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Metformin alters therapeutic effects in the BALB/c tumor therapy model

Abstract

Background

Despite considerable medical proceedings, cancer is still a leading cause of death. Major problems for tumor therapy are chemoresistance as well as toxic side effects. In recent years, the additional treatment with the antidiabetic drug metformin during chemotherapy showed promising results in some cases. The aim of this study was to develop an in vitro tumor therapy model in order to further investigate the potential of a combined chemotherapy with metformin.

Methods

Cytotoxic effects of a combined treatment on BALB/c fibroblasts were proven by the resazurin assay. Based on the BALB/c cell transformation assay, the BALB/c tumor therapy model was established successfully with four different and widely used chemotherapeutics from different categories. Namely, Doxorubicin as a type-II isomerase inhibitor, Docetaxel as a spindle toxin, Mitomycin C as an alkylating agent and 5-Fluorouracil as an antimetabolite. Moreover, glucose consumption in the medium supernatant was measured and protein expressions were determined by Western Blotting.

Results

Initial tests for the combined treatment with metformin indicated unexpected results as metformin could partly mitigate the cytotoxic effects of the chemotherapeutic agents. These results were further confirmed as metformin induced resistance to some of the drugs when applied simultaneously in the tumor therapy model. Mechanistically, an increased glucose consumption was observed in non-transformed cells as well as in the mixed population of malignant transformed cell foci and non-transformed monolayer cells, suggesting that metformin could also increase glucose consumption in transformed cells.

Conclusion

In conclusion, this study suggests a cautious use of metformin during chemotherapy. Moreover, the BALB/c tumor therapy model offers a potent tool for further mechanistic studies of drug-drug interactions during cancer therapy.

Graphical abstract

Peer Review reports

Background

Worldwide, cancer is one of the leading causes of death with estimated 9.6 million deaths in 2018 [1]. Due to medical proceedings, the survival rates are increasing but chemoresistance and toxic side effects are still major problems for chemotherapy. Thereby, the combined treatment of chemotherapeutics with several substances seems to be a promising approach [2]. In 2005, it was demonstrated for the first time that diabetic patients taking the widely used antidiabetic drug metformin show lower incidences for developing cancer [3]. Since then, the anticancer effects of metformin got into the focus of cancer research.

Molecularly, metformin inhibits the mitochondrial complex I following an increase in the ATP:AMP ratio that finally leads to an activation of the cellular energy sensor 5′ AMP-activated protein kinase (AMPK) [4]. As a result, metformin reduces blood glucose levels systemically via AMPK-mediated inhibition of hepatic gluconeogenesis [5,6,7] and an increased glucose uptake in peripheral tissues [8, 9], both leading to lower insulin levels consequently. This could partly explain the anticancer effects of metformin, since increased glucose and insulin levels are associated with cancer proliferation and mortality [10, 11].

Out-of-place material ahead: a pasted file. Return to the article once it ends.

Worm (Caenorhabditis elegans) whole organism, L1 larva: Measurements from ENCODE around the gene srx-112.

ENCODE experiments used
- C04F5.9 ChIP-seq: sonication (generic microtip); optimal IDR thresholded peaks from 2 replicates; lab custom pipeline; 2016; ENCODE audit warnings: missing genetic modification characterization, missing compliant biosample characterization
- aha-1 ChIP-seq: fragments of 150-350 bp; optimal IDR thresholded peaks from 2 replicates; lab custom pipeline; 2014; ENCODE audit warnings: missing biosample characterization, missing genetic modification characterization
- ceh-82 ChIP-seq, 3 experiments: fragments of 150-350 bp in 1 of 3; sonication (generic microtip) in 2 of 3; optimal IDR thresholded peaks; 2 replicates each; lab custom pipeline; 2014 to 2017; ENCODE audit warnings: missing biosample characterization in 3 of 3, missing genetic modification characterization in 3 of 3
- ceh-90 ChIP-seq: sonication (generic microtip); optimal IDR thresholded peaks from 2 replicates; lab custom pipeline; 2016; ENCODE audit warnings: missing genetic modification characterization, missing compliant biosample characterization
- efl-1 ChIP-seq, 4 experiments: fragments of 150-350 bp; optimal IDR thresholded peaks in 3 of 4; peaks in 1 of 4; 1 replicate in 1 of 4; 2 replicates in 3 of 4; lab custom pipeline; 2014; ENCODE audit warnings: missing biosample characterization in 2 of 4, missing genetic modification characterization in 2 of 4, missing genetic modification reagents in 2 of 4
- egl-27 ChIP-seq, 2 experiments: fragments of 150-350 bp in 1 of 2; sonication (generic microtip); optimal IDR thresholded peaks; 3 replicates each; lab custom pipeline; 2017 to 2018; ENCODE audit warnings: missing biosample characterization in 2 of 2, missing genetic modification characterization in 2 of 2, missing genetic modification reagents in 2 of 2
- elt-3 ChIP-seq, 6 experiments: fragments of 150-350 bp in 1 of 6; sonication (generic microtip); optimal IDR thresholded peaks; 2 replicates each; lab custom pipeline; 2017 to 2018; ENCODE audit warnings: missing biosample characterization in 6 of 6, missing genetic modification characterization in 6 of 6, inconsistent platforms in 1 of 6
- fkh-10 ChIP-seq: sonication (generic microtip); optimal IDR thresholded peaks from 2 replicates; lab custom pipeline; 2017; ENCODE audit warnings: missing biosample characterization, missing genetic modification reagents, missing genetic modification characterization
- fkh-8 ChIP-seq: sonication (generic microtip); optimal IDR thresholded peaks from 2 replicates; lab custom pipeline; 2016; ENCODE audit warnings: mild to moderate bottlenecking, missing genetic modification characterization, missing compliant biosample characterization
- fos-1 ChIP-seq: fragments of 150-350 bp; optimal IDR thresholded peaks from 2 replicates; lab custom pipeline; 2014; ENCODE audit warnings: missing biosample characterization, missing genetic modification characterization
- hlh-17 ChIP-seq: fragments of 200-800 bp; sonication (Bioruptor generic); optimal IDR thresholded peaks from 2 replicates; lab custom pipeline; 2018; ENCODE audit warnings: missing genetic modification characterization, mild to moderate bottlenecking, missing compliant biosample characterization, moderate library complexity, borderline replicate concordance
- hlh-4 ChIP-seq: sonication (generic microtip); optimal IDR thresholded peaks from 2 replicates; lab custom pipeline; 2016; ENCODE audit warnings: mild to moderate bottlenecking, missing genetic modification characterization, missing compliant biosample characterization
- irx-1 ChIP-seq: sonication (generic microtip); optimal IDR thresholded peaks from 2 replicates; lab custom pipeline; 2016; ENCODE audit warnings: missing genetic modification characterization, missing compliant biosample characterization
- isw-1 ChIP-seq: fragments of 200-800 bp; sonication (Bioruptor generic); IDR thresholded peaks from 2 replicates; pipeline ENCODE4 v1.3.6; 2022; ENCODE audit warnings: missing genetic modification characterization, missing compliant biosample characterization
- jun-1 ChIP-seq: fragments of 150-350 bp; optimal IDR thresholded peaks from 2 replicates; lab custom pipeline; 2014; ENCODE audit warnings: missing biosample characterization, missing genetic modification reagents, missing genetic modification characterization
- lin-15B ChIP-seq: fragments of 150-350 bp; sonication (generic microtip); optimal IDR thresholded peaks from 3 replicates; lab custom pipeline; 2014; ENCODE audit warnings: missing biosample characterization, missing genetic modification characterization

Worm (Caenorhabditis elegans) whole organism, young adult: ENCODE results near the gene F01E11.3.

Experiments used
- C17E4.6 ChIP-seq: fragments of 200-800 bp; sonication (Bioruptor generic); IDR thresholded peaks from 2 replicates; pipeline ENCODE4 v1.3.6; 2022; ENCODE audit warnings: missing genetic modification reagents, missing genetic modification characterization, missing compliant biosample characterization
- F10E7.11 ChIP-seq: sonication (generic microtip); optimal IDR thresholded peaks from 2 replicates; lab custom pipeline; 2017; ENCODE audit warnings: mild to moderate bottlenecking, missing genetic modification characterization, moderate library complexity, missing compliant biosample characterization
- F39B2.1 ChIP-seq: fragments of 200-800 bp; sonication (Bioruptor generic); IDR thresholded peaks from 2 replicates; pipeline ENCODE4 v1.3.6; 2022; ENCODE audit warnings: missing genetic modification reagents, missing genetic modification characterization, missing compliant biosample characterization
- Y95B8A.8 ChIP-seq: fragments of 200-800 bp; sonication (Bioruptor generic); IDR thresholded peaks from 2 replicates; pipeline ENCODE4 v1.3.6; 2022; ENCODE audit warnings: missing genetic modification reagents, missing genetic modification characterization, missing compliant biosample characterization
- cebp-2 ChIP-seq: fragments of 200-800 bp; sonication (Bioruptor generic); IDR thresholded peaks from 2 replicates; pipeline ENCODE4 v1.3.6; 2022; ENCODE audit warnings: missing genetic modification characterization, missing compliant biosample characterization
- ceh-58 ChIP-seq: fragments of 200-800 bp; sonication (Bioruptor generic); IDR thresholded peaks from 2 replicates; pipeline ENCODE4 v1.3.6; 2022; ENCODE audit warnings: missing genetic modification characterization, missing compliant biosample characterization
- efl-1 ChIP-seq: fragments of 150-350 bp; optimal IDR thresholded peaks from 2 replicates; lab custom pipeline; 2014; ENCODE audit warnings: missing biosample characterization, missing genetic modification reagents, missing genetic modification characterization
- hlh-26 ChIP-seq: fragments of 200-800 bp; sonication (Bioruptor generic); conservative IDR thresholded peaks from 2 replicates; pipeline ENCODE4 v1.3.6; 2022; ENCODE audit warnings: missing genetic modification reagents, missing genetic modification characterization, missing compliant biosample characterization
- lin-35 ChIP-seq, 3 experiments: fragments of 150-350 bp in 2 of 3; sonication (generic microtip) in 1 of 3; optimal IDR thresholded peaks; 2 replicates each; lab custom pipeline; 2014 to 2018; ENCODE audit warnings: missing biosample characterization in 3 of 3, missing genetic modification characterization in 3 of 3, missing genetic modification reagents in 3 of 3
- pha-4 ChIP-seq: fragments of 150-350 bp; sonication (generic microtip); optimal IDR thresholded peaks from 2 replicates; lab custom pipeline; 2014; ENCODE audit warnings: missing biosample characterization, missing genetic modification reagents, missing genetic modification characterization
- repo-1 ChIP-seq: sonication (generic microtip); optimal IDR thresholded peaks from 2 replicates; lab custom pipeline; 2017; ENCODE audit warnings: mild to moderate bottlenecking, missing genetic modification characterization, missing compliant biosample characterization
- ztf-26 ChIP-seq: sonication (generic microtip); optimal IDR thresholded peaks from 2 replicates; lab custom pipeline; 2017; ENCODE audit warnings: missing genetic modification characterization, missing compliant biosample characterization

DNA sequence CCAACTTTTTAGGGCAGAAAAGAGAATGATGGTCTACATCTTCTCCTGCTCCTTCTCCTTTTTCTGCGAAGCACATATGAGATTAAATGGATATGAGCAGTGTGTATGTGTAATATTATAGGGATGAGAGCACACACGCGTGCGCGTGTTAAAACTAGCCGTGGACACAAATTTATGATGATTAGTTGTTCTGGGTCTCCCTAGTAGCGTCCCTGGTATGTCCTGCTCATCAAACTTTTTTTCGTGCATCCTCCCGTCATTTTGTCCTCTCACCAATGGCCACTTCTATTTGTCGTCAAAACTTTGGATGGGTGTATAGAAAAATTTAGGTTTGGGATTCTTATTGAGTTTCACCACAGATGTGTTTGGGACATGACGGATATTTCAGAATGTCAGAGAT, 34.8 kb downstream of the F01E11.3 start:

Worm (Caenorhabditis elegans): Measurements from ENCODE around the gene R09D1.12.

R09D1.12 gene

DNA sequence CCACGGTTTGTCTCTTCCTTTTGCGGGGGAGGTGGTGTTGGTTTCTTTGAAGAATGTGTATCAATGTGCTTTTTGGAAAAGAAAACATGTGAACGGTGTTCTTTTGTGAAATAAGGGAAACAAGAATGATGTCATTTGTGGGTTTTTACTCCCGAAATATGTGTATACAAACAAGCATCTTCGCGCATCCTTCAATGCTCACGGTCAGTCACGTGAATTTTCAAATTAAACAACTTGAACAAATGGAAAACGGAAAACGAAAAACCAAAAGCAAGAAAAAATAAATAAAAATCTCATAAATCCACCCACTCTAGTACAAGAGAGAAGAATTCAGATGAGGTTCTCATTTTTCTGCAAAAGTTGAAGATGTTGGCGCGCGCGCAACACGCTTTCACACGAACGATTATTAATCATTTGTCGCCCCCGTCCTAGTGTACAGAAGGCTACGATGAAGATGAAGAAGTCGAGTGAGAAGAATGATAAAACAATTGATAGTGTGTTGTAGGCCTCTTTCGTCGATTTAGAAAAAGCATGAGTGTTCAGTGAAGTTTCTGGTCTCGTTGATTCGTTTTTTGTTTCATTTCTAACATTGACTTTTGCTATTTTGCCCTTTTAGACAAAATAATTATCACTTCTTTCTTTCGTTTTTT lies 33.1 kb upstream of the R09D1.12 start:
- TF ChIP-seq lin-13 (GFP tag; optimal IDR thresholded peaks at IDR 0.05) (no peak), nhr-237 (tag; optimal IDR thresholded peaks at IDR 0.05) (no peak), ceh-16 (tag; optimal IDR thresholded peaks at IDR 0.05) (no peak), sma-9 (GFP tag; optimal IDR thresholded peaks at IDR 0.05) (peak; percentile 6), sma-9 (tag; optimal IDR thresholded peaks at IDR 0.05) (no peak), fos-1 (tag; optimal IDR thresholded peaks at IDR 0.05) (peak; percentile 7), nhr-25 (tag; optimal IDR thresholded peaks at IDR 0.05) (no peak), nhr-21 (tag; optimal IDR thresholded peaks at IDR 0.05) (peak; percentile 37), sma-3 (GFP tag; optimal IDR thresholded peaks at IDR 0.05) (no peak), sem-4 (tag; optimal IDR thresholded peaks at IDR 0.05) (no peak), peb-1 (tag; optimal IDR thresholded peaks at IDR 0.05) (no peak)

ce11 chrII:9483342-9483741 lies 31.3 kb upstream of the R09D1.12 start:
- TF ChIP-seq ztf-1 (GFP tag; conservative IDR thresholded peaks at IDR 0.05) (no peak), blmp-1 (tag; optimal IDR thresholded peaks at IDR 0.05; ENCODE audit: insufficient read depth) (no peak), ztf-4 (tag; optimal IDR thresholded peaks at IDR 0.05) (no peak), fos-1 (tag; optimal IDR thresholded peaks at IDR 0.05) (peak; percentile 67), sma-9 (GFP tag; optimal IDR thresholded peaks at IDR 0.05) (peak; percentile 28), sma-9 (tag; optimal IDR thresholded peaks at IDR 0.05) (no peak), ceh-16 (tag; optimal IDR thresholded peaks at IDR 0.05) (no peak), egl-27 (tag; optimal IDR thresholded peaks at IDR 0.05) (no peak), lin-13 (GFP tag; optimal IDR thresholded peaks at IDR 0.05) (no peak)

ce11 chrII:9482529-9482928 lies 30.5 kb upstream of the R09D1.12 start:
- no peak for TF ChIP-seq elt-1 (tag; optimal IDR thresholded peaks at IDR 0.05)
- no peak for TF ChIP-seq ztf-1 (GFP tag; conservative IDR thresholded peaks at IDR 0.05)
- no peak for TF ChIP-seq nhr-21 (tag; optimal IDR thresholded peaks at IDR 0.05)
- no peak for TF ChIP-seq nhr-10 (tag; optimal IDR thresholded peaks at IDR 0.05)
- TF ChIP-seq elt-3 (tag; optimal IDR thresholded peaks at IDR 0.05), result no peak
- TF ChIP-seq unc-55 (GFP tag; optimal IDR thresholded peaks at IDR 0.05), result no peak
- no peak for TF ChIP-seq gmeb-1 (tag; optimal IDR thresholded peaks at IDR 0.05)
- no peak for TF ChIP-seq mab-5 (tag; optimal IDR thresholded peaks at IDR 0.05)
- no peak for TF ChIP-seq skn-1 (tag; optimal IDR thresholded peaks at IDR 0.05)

In addition, metformin exerts direct effects on cancer cells and is able to reduce glucose consumption via reversion of the Warburg effect in several tumor cell lines independent of AMPK [12,13,14,15,16]. Therefore, metformin is discussed as an adjuvant in tumor therapy in diabetic and non-diabetic patients with promising results especially for colorectal and prostate cancer [17, 18]. For the use of several chemotherapeutic agents, toxic side effects are a dose-limiting factor that could also be improved by metformin. For example, the cardiotoxicity of Doxorubicin (Dox) is reduced when the treatment is combined with metformin [19]. Moreover, metformin could enhance the effectiveness of Docetaxel (Dtx) in hyperglycemic conditions [20], suggesting its promising role for cancer treatment in patients with diabetes.

Even though several anticarcinogenic effects of metformin are observed, the clinical data are still contentious depending on disease-related (type of tumor, clinical stage, form of treatment) and on patient-related factors (insulin resistance, age, sex) [21]. For in vitro experiments, the combination of metformin with several chemotherapeutic agents shows controversial results ranging from synergistic effects [22,23,24] to even adverse effects [25, 26]. So far, these investigations underline the need for a more detailed understanding of the molecular mechanisms that occur when combining metformin with chemotherapeutics before applying it as a potential adjuvant in chemotherapy.

A helpful tool could be the BALB/c cell transformation assay (BALB-CTA) which mimics different phases of malignant cell transformation in vitro and is eligible for mechanistic cancer research [27]. With an additional treatment during the assay, the potential effects of different chemotherapeutic agents can be investigated and molecular mechanisms further analyzed [28]. In the present study, we intended to establish a BALB/c tumor therapy model (BALB-TTM) using commonly applied chemotherapeutic agents. Thereby, the treatment was conducted during the late phase of malignant cell transformation on already existing cell foci. In a second step, the combined therapy of metformin with the chemotherapeutic agents was tested. Thus, the BALB-TTM could be a strong tool for clarifying molecular mechanisms of drug-drug interactions and the development of more effective chemotherapies.